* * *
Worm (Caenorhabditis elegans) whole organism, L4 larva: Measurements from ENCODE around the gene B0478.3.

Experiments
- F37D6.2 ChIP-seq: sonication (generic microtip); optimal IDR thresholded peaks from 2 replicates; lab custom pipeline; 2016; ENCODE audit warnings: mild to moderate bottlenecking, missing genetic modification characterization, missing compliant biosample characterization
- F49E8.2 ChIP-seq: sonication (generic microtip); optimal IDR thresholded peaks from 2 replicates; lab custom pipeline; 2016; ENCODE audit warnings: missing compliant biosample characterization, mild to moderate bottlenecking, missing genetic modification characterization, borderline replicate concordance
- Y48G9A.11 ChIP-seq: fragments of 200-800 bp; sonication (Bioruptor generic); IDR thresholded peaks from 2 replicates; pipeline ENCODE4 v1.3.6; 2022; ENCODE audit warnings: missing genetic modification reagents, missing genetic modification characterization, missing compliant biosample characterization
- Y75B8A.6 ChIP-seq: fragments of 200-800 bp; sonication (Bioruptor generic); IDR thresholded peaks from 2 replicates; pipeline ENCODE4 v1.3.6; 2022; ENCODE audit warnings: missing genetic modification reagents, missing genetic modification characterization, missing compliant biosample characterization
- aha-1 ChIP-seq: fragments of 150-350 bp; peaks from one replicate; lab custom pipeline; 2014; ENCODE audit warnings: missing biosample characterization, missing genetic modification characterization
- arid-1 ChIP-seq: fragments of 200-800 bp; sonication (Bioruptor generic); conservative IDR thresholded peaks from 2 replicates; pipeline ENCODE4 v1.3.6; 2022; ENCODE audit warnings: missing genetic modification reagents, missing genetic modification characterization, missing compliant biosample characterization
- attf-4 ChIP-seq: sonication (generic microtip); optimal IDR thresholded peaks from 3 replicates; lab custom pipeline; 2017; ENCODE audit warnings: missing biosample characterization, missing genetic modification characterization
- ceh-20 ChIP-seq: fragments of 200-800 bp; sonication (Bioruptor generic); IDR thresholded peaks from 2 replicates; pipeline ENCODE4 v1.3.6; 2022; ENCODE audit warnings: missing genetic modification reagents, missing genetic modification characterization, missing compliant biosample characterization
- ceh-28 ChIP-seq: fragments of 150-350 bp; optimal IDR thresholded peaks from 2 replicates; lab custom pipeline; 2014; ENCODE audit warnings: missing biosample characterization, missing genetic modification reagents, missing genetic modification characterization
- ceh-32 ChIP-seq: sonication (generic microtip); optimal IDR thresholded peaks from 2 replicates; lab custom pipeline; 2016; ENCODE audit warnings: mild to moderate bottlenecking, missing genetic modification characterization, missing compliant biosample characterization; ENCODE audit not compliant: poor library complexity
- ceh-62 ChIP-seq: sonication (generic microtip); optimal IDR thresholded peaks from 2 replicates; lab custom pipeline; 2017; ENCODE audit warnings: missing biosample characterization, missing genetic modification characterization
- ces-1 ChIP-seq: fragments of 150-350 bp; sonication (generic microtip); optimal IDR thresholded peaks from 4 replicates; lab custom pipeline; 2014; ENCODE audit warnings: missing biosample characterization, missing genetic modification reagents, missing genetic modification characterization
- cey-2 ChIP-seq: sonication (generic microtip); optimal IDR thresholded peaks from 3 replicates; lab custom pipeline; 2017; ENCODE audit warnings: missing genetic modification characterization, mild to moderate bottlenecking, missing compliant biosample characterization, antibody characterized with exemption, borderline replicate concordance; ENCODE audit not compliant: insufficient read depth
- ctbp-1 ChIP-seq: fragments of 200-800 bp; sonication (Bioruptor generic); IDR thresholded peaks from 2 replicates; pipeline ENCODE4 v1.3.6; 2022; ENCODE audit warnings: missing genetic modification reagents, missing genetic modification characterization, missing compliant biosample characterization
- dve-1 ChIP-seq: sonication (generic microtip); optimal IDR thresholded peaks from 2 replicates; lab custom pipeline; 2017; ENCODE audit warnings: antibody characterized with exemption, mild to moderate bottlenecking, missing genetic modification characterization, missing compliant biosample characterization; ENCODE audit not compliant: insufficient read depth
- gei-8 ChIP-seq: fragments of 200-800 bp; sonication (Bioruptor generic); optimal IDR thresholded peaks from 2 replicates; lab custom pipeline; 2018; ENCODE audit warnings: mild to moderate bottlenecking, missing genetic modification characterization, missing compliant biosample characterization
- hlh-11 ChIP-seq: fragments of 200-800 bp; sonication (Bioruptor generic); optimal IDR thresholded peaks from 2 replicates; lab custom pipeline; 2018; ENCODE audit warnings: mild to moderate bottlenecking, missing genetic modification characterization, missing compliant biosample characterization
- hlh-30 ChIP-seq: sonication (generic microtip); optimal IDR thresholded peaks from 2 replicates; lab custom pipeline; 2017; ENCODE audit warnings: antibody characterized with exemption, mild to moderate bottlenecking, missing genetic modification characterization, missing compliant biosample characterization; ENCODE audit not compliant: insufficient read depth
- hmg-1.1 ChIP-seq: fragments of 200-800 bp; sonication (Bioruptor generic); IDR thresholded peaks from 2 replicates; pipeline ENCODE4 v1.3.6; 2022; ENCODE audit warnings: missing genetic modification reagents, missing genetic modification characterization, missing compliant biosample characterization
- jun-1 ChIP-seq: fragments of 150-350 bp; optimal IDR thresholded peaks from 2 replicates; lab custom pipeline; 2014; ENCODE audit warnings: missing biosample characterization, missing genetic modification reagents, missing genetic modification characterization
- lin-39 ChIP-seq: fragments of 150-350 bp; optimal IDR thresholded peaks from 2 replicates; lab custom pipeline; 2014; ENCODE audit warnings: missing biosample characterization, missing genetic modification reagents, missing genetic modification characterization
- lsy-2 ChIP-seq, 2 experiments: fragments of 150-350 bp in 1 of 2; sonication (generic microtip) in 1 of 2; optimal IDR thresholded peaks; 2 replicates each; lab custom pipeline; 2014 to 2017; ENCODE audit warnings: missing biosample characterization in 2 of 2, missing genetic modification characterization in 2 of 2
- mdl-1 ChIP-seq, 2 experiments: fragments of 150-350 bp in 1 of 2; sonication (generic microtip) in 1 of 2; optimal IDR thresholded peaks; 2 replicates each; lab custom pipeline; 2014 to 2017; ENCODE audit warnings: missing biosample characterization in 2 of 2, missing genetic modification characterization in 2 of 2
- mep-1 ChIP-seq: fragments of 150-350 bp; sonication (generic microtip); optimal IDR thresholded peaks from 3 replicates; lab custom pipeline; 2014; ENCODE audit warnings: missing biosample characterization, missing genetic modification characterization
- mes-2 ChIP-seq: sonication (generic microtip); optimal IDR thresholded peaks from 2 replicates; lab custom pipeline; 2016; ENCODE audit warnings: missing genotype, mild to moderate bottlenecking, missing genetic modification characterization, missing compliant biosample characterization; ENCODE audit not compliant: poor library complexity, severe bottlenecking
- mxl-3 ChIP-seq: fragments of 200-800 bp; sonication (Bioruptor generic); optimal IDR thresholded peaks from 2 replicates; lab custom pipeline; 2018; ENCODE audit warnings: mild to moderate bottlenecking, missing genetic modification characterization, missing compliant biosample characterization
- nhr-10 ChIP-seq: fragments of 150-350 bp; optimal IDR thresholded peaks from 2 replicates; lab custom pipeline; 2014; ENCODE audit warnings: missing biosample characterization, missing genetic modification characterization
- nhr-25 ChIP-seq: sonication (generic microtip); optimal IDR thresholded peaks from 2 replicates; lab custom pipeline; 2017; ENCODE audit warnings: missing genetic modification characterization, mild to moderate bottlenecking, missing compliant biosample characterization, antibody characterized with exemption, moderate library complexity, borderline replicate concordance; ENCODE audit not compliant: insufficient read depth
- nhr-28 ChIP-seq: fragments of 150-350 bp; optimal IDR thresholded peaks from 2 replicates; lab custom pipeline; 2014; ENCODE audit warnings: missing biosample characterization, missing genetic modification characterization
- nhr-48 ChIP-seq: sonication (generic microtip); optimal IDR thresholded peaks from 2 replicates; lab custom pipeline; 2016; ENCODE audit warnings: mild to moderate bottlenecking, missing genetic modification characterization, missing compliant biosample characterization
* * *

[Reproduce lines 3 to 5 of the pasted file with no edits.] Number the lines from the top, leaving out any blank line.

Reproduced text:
- F37D6.2 ChIP-seq: sonication (generic microtip); optimal IDR thresholded peaks from 2 replicates; lab custom pipeline; 2016; ENCODE audit warnings: mild to moderate bottlenecking, missing genetic modification characterization, missing compliant biosample characterization
- F49E8.2 ChIP-seq: sonication (generic microtip); optimal IDR thresholded peaks from 2 replicates; lab custom pipeline; 2016; ENCODE audit warnings: missing compliant biosample characterization, mild to moderate bottlenecking, missing genetic modification characterization, borderline replicate concordance
- Y48G9A.11 ChIP-seq: fragments of 200-800 bp; sonication (Bioruptor generic); IDR thresholded peaks from 2 replicates; pipeline ENCODE4 v1.3.6; 2022; ENCODE audit warnings: missing genetic modification reagents, missing genetic modification characterization, missing compliant biosample characterization